A SENIOR Borders councillor says she was “shocked” by the content of some questions included in a Scottish Government questionnaire for young people.

Concerns over the Health and Wellbeing Census were raised back in December, with First Minister Nicola Sturgeon defending the decision to ask school pupils about topics including sexual experiences, drugs and alcohol.

And the matter was raised during the open questions section of last week’s Scottish Borders Council (SBC) meeting.

Galashiels representative Harry Scott said that a former teacher had been in touch with him to say that asking teenagers about their sexual activity is “wholly inappropriate”.

The councillor asked SBC’s executive member for children and young people, Carol Hamilton, if the local authority was planning to take part in the census.

Confirming that the council would be, Ms Hamilton, of the Conservatives, said: “The Health and Wellbeing Census is provided to support planning of appropriate levels of services and resource to support young people based on needs identified themselves.

“I think we were all surprised and shocked when we saw the content of the questions and the age group they were targeting.”

The East Berwickshire representative said that it is up to SBC what questions they ask.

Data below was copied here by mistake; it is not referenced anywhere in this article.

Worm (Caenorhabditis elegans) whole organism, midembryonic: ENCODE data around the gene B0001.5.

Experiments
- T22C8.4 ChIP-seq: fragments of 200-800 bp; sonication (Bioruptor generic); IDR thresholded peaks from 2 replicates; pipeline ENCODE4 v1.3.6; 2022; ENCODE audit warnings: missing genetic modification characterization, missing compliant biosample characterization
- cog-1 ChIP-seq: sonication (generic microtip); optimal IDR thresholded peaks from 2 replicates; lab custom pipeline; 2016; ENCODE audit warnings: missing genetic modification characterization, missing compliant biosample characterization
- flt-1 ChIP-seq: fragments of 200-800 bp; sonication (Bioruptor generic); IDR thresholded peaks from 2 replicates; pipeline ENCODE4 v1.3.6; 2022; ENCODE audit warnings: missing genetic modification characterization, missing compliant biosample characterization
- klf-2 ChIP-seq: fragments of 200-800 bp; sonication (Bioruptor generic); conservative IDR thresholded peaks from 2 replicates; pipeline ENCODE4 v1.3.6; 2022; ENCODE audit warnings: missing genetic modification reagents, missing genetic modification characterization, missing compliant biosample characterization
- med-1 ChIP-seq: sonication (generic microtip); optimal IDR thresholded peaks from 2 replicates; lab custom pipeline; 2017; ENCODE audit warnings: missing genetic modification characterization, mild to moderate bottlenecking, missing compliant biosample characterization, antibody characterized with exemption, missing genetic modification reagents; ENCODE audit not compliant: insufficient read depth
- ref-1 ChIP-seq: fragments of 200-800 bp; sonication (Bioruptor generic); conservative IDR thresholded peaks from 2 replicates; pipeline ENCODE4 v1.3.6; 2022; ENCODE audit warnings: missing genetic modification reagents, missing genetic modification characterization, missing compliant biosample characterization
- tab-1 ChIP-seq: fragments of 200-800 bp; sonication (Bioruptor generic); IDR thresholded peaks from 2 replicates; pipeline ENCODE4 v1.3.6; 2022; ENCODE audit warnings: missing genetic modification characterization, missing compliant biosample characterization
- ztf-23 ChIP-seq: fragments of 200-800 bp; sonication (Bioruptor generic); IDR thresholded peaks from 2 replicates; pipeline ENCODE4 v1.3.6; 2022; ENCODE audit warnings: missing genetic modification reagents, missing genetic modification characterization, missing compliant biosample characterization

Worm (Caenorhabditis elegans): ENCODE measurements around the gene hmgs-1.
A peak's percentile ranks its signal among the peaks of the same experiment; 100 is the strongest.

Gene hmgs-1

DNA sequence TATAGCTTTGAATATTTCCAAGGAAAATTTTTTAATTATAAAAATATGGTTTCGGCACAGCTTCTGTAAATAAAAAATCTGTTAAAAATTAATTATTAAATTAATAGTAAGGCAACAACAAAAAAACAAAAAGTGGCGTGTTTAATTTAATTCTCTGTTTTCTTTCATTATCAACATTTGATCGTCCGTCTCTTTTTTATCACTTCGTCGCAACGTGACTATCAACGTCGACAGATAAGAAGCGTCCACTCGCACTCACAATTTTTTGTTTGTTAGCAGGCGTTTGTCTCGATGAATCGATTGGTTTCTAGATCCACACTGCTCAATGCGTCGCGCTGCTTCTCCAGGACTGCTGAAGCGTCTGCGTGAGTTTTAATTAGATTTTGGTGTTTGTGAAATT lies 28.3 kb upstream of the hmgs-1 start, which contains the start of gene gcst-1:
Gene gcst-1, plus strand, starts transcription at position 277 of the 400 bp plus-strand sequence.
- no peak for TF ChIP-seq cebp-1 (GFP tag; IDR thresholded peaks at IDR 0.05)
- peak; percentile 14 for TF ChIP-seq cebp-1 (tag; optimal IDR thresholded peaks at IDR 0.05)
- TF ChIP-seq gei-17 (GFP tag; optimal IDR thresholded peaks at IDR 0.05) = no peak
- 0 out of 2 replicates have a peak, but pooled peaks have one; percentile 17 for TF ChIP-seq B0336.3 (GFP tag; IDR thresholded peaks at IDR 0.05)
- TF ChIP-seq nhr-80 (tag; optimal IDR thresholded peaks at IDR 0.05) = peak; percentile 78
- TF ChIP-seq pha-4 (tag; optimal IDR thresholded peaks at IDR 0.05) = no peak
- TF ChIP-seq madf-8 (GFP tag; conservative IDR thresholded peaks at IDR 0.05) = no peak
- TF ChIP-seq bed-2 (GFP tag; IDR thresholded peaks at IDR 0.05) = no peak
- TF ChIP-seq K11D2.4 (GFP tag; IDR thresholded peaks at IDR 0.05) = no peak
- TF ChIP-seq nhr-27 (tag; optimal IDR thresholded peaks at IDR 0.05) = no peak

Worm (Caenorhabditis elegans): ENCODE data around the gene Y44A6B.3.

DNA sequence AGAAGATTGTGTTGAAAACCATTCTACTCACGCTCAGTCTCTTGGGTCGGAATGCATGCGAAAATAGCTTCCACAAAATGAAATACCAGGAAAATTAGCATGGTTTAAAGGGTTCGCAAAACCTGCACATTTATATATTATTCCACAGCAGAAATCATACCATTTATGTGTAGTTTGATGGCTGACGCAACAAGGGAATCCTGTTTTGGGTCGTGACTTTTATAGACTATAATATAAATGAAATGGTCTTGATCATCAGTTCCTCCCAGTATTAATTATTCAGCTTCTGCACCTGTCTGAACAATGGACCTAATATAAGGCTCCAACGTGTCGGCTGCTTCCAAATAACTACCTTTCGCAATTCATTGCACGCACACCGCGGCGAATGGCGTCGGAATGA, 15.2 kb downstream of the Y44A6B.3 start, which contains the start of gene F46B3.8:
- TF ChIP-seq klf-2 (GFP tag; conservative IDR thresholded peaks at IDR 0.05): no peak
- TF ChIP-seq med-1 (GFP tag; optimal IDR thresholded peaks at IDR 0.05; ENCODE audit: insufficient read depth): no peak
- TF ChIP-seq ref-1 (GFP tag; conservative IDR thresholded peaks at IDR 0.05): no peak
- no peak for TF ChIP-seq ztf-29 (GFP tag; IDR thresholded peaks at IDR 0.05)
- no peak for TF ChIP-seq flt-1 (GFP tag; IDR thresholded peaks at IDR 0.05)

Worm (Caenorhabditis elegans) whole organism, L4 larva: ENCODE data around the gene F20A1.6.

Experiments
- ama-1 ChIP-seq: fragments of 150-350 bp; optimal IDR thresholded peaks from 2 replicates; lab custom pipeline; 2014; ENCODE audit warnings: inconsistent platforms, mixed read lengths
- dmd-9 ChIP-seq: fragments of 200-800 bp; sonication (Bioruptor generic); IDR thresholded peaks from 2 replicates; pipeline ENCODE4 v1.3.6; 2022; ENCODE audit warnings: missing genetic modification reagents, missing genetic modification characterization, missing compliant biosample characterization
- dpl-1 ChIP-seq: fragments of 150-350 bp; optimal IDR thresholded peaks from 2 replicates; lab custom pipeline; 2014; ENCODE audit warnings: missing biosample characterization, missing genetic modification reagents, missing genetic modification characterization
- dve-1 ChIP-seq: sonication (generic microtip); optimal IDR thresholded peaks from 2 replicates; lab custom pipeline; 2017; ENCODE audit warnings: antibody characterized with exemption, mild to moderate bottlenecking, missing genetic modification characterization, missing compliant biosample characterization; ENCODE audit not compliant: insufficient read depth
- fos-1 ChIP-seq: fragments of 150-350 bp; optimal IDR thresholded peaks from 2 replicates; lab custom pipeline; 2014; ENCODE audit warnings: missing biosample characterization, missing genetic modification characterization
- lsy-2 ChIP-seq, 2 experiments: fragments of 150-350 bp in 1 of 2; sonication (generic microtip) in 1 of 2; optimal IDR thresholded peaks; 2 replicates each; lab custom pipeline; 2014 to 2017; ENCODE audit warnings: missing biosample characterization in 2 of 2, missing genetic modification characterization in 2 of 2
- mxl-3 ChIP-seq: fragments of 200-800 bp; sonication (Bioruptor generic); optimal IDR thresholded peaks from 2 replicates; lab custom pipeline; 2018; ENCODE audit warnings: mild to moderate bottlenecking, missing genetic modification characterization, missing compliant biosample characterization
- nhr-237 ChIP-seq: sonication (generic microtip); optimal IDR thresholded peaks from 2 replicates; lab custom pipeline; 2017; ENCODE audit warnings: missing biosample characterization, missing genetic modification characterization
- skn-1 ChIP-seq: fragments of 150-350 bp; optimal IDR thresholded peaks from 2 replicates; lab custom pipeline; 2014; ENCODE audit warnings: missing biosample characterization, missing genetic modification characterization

She added that councillors would be consulted before the questions go out to children in the region.

Mr Scott said: “The arguments for and against could be argued forever but as Ms Hamilton said some of these questions are quite intimate and quite personal.”

He said that it should be made clear to all participants that the questionnaire is not anonymous.

By law, councils and their partners are required to plan for children’s services for their local area.

Responses to the survey will be shared with government analysts using “secure transfer systems”.

A government spokesperson said that individual children and young people “will never be identified from any published findings”.

Responding to concerns in December at First Minister’s Questions, Ms Sturgeon said: “We have two choices. Either we can bury our heads in the sand and pretend that young people are not exposed to the issues or the pressures that we know they are exposed to – or we can seek to properly understand the reality young people face and then provide them with the guidance, the advice and the services they need to make safe, healthy and positive decisions.

“I choose the latter.”

She added: “This is a voluntary survey. Any parent can refuse to give consent and of course, any young person can opt not to take part in the survey or to skip a particular question in the survey. It is not mandatory.”